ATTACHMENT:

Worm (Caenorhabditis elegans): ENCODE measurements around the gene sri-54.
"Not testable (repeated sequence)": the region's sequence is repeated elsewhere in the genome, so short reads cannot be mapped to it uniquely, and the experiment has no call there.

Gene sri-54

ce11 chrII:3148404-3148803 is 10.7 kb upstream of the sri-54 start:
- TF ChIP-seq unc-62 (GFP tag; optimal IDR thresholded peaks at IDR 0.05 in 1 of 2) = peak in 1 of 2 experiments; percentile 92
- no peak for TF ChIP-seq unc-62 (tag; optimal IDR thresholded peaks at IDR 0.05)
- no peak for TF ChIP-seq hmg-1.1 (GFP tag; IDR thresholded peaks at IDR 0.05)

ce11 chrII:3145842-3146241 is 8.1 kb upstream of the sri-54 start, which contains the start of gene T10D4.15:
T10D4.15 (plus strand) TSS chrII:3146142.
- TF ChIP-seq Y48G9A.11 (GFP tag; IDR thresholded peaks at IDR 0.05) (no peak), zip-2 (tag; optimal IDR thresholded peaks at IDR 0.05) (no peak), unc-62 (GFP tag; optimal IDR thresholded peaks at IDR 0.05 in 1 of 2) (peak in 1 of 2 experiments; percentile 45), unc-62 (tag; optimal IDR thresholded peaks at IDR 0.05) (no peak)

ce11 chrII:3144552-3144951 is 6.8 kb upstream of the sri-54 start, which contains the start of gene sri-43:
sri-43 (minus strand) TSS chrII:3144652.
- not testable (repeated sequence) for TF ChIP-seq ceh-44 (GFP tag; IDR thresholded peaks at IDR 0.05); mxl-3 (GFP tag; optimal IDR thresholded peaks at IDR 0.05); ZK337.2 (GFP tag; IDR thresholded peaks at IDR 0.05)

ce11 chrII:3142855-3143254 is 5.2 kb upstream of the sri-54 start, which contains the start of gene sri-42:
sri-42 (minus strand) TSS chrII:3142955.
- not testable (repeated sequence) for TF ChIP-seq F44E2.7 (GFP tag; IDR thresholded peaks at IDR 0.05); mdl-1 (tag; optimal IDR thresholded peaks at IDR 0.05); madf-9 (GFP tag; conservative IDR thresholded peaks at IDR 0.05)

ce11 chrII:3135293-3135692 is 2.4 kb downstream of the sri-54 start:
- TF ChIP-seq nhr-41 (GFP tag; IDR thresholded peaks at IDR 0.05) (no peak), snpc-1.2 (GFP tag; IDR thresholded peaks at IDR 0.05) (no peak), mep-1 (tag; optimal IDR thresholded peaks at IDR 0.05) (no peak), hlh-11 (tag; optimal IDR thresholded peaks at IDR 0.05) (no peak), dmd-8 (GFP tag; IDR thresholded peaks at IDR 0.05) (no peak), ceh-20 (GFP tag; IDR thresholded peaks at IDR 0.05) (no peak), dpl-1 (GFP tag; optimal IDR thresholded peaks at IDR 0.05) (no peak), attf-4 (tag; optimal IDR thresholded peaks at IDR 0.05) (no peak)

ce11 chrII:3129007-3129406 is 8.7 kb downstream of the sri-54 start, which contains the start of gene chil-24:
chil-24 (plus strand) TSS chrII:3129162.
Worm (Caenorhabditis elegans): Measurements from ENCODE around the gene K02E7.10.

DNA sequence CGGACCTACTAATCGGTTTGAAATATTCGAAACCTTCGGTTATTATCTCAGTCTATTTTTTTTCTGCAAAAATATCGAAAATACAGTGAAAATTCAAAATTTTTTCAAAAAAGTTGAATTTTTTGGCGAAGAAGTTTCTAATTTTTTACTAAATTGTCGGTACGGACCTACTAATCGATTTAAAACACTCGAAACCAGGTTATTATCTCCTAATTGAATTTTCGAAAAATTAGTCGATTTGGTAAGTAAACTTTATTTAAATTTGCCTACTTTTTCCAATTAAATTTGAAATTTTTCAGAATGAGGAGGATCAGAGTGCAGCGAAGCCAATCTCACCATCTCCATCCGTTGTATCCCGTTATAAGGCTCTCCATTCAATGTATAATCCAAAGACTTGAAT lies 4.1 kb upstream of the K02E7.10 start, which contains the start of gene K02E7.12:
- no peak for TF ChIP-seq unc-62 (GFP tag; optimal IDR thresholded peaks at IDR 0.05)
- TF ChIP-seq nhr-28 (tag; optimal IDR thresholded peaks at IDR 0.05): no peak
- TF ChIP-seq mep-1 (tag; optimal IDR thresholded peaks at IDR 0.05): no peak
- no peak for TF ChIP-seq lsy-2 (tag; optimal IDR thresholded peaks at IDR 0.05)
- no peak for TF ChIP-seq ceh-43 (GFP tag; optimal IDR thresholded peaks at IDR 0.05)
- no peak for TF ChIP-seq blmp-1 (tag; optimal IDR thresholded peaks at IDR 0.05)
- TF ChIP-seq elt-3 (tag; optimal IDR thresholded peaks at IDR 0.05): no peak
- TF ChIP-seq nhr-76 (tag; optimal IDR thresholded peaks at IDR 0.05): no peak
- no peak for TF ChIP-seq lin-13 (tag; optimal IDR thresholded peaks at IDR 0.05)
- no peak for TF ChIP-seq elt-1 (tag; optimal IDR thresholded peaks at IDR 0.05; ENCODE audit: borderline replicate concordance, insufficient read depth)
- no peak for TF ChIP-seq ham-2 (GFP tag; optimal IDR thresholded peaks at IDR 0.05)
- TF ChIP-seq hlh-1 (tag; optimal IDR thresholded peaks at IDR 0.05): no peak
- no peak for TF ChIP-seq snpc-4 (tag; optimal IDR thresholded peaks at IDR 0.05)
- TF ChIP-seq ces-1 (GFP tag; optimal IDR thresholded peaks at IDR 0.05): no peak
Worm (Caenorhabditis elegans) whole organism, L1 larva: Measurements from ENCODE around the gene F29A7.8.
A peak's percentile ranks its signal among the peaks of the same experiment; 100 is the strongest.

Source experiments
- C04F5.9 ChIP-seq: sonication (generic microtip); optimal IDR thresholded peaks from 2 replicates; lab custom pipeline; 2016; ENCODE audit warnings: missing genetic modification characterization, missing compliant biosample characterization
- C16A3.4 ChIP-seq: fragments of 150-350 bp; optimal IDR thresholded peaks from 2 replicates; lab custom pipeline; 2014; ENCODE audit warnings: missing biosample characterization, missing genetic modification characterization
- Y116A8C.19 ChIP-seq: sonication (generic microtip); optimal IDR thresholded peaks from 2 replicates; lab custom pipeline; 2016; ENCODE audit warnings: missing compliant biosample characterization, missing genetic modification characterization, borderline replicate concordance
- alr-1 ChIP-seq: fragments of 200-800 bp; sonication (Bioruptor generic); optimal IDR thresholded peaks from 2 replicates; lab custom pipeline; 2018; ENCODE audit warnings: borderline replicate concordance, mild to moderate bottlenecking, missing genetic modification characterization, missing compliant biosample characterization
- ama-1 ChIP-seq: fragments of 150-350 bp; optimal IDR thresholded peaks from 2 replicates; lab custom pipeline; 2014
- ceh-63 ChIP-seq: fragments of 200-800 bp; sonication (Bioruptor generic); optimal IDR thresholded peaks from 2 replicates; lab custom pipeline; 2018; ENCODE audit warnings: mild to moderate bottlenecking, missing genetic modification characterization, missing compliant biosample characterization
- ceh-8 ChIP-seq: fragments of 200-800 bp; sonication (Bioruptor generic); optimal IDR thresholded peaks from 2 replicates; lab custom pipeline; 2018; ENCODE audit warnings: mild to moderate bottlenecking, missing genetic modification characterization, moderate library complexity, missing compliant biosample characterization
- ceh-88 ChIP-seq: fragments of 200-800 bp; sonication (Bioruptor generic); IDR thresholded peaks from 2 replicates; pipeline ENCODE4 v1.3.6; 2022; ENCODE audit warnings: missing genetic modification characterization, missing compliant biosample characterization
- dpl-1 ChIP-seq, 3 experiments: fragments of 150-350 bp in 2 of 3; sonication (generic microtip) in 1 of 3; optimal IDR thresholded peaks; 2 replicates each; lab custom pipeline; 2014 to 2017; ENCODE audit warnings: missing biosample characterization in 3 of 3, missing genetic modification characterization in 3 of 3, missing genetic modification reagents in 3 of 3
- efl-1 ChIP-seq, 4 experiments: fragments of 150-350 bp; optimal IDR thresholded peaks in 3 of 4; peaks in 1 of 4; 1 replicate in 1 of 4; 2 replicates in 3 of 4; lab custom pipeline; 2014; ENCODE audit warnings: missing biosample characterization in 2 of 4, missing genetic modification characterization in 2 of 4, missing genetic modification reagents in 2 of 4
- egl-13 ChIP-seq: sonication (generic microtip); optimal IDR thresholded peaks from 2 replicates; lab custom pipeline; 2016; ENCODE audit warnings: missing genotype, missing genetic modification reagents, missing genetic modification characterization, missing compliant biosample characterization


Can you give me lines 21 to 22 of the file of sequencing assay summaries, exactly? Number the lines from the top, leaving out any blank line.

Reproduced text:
Worm (Caenorhabditis elegans): Measurements from ENCODE around the gene K02E7.10.

DNA sequence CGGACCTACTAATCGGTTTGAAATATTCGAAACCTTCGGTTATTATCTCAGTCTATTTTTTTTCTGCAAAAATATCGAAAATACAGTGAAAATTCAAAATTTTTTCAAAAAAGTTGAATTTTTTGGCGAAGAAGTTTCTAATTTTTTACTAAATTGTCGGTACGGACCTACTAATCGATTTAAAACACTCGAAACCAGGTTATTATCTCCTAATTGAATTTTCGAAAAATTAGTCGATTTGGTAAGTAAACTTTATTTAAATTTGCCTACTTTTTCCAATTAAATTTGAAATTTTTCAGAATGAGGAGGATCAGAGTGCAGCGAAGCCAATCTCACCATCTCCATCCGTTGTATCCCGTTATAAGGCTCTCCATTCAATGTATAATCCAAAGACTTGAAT lies 4.1 kb upstream of the K02E7.10 start, which contains the start of gene K02E7.12: